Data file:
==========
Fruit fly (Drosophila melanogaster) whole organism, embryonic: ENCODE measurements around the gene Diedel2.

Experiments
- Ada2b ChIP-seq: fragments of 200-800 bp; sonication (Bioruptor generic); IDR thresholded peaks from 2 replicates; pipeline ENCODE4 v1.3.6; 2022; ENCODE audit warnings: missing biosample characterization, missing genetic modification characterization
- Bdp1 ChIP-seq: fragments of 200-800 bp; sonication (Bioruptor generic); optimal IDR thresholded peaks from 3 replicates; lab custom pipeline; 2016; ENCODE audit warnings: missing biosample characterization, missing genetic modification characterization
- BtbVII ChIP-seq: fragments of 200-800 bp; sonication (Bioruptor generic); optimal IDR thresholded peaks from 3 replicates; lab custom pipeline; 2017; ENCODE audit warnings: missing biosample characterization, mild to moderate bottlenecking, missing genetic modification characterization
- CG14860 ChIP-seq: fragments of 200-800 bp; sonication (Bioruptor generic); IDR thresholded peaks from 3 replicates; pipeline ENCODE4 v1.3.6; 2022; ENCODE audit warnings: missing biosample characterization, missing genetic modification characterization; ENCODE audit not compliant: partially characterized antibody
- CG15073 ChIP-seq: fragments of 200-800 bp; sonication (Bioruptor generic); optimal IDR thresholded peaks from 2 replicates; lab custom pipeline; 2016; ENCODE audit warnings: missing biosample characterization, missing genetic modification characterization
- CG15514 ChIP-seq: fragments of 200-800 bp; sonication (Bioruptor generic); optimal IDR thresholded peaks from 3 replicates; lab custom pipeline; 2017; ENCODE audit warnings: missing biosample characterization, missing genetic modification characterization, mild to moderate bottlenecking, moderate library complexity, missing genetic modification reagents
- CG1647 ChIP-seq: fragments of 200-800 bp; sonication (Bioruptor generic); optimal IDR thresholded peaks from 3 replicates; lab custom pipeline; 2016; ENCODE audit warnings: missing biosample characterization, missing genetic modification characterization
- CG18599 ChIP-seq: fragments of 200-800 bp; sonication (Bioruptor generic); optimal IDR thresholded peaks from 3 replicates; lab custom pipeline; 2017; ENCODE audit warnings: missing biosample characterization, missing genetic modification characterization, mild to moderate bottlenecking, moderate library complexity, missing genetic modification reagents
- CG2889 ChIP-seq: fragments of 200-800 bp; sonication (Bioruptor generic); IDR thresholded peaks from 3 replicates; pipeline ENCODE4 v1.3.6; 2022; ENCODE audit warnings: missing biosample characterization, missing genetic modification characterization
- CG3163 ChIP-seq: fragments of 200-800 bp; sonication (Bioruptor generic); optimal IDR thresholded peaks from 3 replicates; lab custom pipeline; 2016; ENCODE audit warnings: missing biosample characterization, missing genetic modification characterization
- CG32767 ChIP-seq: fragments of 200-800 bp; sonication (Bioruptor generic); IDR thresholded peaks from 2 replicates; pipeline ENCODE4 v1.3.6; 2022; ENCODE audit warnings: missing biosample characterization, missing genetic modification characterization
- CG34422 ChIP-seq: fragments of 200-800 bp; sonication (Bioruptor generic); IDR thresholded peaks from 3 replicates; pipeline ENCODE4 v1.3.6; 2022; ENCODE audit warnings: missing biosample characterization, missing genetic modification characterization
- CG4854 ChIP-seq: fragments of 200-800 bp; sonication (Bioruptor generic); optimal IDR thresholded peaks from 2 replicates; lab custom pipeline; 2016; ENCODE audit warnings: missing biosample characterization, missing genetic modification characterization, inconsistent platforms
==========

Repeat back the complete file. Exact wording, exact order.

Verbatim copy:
Fruit fly (Drosophila melanogaster) whole organism, embryonic: ENCODE measurements around the gene Diedel2.

Experiments
- Ada2b ChIP-seq: fragments of 200-800 bp; sonication (Bioruptor generic); IDR thresholded peaks from 2 replicates; pipeline ENCODE4 v1.3.6; 2022; ENCODE audit warnings: missing biosample characterization, missing genetic modification characterization
- Bdp1 ChIP-seq: fragments of 200-800 bp; sonication (Bioruptor generic); optimal IDR thresholded peaks from 3 replicates; lab custom pipeline; 2016; ENCODE audit warnings: missing biosample characterization, missing genetic modification characterization
- BtbVII ChIP-seq: fragments of 200-800 bp; sonication (Bioruptor generic); optimal IDR thresholded peaks from 3 replicates; lab custom pipeline; 2017; ENCODE audit warnings: missing biosample characterization, mild to moderate bottlenecking, missing genetic modification characterization
- CG14860 ChIP-seq: fragments of 200-800 bp; sonication (Bioruptor generic); IDR thresholded peaks from 3 replicates; pipeline ENCODE4 v1.3.6; 2022; ENCODE audit warnings: missing biosample characterization, missing genetic modification characterization; ENCODE audit not compliant: partially characterized antibody
- CG15073 ChIP-seq: fragments of 200-800 bp; sonication (Bioruptor generic); optimal IDR thresholded peaks from 2 replicates; lab custom pipeline; 2016; ENCODE audit warnings: missing biosample characterization, missing genetic modification characterization
- CG15514 ChIP-seq: fragments of 200-800 bp; sonication (Bioruptor generic); optimal IDR thresholded peaks from 3 replicates; lab custom pipeline; 2017; ENCODE audit warnings: missing biosample characterization, missing genetic modification characterization, mild to moderate bottlenecking, moderate library complexity, missing genetic modification reagents
- CG1647 ChIP-seq: fragments of 200-800 bp; sonication (Bioruptor generic); optimal IDR thresholded peaks from 3 replicates; lab custom pipeline; 2016; ENCODE audit warnings: missing biosample characterization, missing genetic modification characterization
- CG18599 ChIP-seq: fragments of 200-800 bp; sonication (Bioruptor generic); optimal IDR thresholded peaks from 3 replicates; lab custom pipeline; 2017; ENCODE audit warnings: missing biosample characterization, missing genetic modification characterization, mild to moderate bottlenecking, moderate library complexity, missing genetic modification reagents
- CG2889 ChIP-seq: fragments of 200-800 bp; sonication (Bioruptor generic); IDR thresholded peaks from 3 replicates; pipeline ENCODE4 v1.3.6; 2022; ENCODE audit warnings: missing biosample characterization, missing genetic modification characterization
- CG3163 ChIP-seq: fragments of 200-800 bp; sonication (Bioruptor generic); optimal IDR thresholded peaks from 3 replicates; lab custom pipeline; 2016; ENCODE audit warnings: missing biosample characterization, missing genetic modification characterization
- CG32767 ChIP-seq: fragments of 200-800 bp; sonication (Bioruptor generic); IDR thresholded peaks from 2 replicates; pipeline ENCODE4 v1.3.6; 2022; ENCODE audit warnings: missing biosample characterization, missing genetic modification characterization
- CG34422 ChIP-seq: fragments of 200-800 bp; sonication (Bioruptor generic); IDR thresholded peaks from 3 replicates; pipeline ENCODE4 v1.3.6; 2022; ENCODE audit warnings: missing biosample characterization, missing genetic modification characterization
- CG4854 ChIP-seq: fragments of 200-800 bp; sonication (Bioruptor generic); optimal IDR thresholded peaks from 2 replicates; lab custom pipeline; 2016; ENCODE audit warnings: missing biosample characterization, missing genetic modification characterization, inconsistent platforms